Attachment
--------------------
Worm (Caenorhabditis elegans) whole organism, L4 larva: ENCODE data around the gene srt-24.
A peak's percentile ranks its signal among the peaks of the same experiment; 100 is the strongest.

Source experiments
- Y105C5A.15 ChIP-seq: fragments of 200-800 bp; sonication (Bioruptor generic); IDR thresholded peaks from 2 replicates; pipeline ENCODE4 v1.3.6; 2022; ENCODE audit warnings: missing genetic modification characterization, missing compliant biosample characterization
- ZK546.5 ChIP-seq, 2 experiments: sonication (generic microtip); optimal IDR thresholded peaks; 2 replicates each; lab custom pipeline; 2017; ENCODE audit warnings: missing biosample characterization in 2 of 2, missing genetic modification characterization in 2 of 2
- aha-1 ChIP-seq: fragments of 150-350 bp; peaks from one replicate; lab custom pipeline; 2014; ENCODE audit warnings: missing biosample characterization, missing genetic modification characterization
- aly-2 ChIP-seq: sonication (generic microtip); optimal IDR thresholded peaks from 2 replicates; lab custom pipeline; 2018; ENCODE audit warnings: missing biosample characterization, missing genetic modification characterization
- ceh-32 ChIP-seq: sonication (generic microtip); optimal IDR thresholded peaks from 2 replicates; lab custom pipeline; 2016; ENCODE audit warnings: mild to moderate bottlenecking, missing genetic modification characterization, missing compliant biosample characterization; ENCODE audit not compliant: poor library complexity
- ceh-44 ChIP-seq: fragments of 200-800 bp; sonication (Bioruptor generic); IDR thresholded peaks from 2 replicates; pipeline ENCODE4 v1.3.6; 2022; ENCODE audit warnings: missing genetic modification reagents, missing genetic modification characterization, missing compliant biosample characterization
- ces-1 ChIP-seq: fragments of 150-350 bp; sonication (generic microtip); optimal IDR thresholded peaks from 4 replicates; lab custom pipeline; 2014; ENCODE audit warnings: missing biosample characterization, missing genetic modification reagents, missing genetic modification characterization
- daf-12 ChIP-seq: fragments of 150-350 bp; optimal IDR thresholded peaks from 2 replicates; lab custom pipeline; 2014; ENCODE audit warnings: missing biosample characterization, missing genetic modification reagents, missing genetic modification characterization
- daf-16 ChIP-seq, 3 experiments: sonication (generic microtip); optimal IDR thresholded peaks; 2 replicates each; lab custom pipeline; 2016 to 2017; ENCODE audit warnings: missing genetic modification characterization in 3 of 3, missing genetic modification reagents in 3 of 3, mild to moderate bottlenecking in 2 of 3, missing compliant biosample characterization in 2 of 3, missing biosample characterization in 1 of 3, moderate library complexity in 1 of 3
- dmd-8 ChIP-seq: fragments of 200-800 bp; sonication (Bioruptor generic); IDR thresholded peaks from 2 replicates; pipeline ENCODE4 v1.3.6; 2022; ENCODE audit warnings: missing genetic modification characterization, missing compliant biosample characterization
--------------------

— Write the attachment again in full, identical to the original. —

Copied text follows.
Worm (Caenorhabditis elegans) whole organism, L4 larva: ENCODE data around the gene srt-24.
A peak's percentile ranks its signal among the peaks of the same experiment; 100 is the strongest.

Source experiments
- Y105C5A.15 ChIP-seq: fragments of 200-800 bp; sonication (Bioruptor generic); IDR thresholded peaks from 2 replicates; pipeline ENCODE4 v1.3.6; 2022; ENCODE audit warnings: missing genetic modification characterization, missing compliant biosample characterization
- ZK546.5 ChIP-seq, 2 experiments: sonication (generic microtip); optimal IDR thresholded peaks; 2 replicates each; lab custom pipeline; 2017; ENCODE audit warnings: missing biosample characterization in 2 of 2, missing genetic modification characterization in 2 of 2
- aha-1 ChIP-seq: fragments of 150-350 bp; peaks from one replicate; lab custom pipeline; 2014; ENCODE audit warnings: missing biosample characterization, missing genetic modification characterization
- aly-2 ChIP-seq: sonication (generic microtip); optimal IDR thresholded peaks from 2 replicates; lab custom pipeline; 2018; ENCODE audit warnings: missing biosample characterization, missing genetic modification characterization
- ceh-32 ChIP-seq: sonication (generic microtip); optimal IDR thresholded peaks from 2 replicates; lab custom pipeline; 2016; ENCODE audit warnings: mild to moderate bottlenecking, missing genetic modification characterization, missing compliant biosample characterization; ENCODE audit not compliant: poor library complexity
- ceh-44 ChIP-seq: fragments of 200-800 bp; sonication (Bioruptor generic); IDR thresholded peaks from 2 replicates; pipeline ENCODE4 v1.3.6; 2022; ENCODE audit warnings: missing genetic modification reagents, missing genetic modification characterization, missing compliant biosample characterization
- ces-1 ChIP-seq: fragments of 150-350 bp; sonication (generic microtip); optimal IDR thresholded peaks from 4 replicates; lab custom pipeline; 2014; ENCODE audit warnings: missing biosample characterization, missing genetic modification reagents, missing genetic modification characterization
- daf-12 ChIP-seq: fragments of 150-350 bp; optimal IDR thresholded peaks from 2 replicates; lab custom pipeline; 2014; ENCODE audit warnings: missing biosample characterization, missing genetic modification reagents, missing genetic modification characterization
- daf-16 ChIP-seq, 3 experiments: sonication (generic microtip); optimal IDR thresholded peaks; 2 replicates each; lab custom pipeline; 2016 to 2017; ENCODE audit warnings: missing genetic modification characterization in 3 of 3, missing genetic modification reagents in 3 of 3, mild to moderate bottlenecking in 2 of 3, missing compliant biosample characterization in 2 of 3, missing biosample characterization in 1 of 3, moderate library complexity in 1 of 3
- dmd-8 ChIP-seq: fragments of 200-800 bp; sonication (Bioruptor generic); IDR thresholded peaks from 2 replicates; pipeline ENCODE4 v1.3.6; 2022; ENCODE audit warnings: missing genetic modification characterization, missing compliant biosample characterization